Amenities such as good food, attentive staff, and pleasant surroundings may play an important role in hospital demand. We use a marketing survey to measure amenities at hospitals in greater Los Angeles and analyze the choice behavior of Medicare pneumonia patients in this market. We find that the mean valuation of amenities is positive and substantial. From the patient perspective, hospital quality therefore embodies amenities as well as clinical quality. We also find that a one-standard-deviation increase in amenities raises a hospital’s demand by 38.4% on average, whereas demand is substantially less responsive to clinical quality as measured by pneumonia mortality. These findings imply that hospitals may have an incentive to compete in amenities, with potentially important implications for welfare.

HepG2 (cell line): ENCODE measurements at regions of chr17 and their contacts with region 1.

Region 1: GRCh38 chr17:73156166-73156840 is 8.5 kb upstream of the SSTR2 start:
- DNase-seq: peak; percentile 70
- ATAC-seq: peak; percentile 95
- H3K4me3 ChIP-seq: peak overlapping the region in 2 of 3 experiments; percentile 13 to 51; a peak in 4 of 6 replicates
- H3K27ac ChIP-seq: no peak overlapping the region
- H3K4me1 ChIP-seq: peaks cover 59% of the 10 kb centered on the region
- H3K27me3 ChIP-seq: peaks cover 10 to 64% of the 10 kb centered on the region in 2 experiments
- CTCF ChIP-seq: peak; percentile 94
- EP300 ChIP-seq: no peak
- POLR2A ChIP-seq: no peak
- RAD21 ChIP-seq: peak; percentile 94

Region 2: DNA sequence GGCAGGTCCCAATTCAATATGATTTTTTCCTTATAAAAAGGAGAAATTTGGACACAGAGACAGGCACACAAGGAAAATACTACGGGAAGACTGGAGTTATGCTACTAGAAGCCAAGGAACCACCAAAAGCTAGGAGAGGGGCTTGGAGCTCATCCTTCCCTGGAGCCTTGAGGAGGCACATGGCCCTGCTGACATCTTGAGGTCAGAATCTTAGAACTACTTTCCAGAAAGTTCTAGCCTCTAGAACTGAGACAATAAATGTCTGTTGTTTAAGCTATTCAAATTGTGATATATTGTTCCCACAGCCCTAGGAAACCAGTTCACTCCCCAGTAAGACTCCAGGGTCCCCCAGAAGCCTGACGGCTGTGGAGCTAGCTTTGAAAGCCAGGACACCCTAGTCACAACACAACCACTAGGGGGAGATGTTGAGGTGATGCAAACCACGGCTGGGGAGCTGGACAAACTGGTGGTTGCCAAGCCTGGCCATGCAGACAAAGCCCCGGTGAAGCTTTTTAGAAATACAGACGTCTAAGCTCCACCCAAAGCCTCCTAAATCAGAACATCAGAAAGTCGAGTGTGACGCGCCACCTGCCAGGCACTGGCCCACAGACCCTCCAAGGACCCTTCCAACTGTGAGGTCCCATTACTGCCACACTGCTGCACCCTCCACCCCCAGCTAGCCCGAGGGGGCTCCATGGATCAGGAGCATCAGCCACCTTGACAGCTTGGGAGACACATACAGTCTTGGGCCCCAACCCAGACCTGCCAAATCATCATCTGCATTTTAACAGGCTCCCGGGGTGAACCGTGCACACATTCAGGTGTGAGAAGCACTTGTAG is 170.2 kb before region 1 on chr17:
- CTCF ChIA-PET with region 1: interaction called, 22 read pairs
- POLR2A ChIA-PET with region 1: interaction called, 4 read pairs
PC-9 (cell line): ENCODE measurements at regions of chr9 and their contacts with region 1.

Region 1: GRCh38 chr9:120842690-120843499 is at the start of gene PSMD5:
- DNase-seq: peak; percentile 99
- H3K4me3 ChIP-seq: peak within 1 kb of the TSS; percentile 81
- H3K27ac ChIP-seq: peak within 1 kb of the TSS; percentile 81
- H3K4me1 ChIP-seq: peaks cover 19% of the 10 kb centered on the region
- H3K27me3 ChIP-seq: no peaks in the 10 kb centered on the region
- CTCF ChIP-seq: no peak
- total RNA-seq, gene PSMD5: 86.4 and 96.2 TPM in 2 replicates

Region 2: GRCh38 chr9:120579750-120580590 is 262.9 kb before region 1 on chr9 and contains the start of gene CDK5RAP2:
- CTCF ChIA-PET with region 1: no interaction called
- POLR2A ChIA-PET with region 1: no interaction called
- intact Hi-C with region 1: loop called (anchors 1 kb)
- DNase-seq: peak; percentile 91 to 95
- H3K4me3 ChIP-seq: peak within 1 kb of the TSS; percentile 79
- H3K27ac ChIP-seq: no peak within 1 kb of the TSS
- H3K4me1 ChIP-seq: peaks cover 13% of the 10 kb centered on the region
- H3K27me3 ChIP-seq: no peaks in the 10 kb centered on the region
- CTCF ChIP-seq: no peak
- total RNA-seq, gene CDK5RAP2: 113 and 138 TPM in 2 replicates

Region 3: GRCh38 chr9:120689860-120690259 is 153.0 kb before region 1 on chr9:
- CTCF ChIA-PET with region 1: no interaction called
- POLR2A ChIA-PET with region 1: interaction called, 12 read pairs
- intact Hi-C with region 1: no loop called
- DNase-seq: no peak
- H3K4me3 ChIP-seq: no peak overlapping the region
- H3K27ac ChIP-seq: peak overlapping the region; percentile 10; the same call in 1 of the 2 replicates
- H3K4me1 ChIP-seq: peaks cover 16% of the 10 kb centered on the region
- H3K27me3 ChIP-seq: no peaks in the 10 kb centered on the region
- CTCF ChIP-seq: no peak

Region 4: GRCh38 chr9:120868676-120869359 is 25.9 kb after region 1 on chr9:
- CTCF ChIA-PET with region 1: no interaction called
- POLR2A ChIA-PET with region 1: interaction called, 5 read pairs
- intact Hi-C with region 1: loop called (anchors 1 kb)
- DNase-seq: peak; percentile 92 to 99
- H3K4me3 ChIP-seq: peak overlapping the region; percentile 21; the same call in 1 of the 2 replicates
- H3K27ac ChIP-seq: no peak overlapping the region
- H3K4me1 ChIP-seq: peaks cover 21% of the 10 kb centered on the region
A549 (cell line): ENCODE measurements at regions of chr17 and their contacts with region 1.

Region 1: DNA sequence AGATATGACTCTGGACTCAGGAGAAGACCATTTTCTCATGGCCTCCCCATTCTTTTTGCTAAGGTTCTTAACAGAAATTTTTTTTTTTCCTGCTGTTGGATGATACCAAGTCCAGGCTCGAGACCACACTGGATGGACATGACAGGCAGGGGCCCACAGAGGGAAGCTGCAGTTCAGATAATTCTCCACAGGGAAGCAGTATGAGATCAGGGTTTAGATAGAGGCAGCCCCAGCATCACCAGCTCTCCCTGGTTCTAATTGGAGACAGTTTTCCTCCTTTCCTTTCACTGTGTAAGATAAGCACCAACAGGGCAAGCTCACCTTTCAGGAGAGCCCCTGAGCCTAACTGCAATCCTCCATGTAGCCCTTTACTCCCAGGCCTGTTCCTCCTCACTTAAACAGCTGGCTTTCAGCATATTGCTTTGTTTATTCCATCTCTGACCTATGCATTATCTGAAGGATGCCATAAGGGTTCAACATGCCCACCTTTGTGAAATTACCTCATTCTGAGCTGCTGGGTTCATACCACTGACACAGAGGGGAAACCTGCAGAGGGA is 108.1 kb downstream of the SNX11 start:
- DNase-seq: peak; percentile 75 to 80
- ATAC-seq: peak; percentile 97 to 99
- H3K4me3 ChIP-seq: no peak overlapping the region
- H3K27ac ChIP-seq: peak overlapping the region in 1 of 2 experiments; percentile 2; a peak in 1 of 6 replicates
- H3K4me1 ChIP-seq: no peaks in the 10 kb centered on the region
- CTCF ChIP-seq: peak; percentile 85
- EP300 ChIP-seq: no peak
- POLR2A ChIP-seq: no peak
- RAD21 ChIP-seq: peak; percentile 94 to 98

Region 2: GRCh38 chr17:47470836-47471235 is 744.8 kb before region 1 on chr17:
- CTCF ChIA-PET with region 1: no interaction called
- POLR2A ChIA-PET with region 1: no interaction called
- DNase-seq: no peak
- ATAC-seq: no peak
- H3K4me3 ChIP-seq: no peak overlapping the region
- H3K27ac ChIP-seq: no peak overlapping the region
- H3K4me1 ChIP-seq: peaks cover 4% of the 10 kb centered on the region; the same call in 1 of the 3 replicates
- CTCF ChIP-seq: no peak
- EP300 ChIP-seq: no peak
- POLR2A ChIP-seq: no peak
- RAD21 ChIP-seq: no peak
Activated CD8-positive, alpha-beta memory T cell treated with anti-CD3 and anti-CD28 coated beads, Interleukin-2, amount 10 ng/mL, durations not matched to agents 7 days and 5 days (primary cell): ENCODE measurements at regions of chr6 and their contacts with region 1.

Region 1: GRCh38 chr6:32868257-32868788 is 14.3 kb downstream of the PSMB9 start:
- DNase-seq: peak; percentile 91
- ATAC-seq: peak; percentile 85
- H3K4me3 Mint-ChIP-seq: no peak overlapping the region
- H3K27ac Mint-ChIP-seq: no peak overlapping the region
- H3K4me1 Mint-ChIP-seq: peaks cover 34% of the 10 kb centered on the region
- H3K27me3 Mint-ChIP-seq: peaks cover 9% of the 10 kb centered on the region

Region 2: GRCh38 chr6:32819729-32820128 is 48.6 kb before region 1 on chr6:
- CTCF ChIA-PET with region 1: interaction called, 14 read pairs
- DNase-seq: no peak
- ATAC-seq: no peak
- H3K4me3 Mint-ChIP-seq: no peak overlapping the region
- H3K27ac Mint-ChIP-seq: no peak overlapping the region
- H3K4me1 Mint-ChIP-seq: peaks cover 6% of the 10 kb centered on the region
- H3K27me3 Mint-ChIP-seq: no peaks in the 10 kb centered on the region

This is irrational on one level. But on the other hand, it’s pretty intuitive — people are much better equipped to judge the quality of hospital amenities than they are to judge the quality of patient care. I’m also familiar with research indicating that when it comes to malpractice suits the main issue isn’t how much the doctor screws up, but whether or not he or she is a generally nice and friendly person. Again, you can see why it might go that way, but these things are important aspects of the health care market.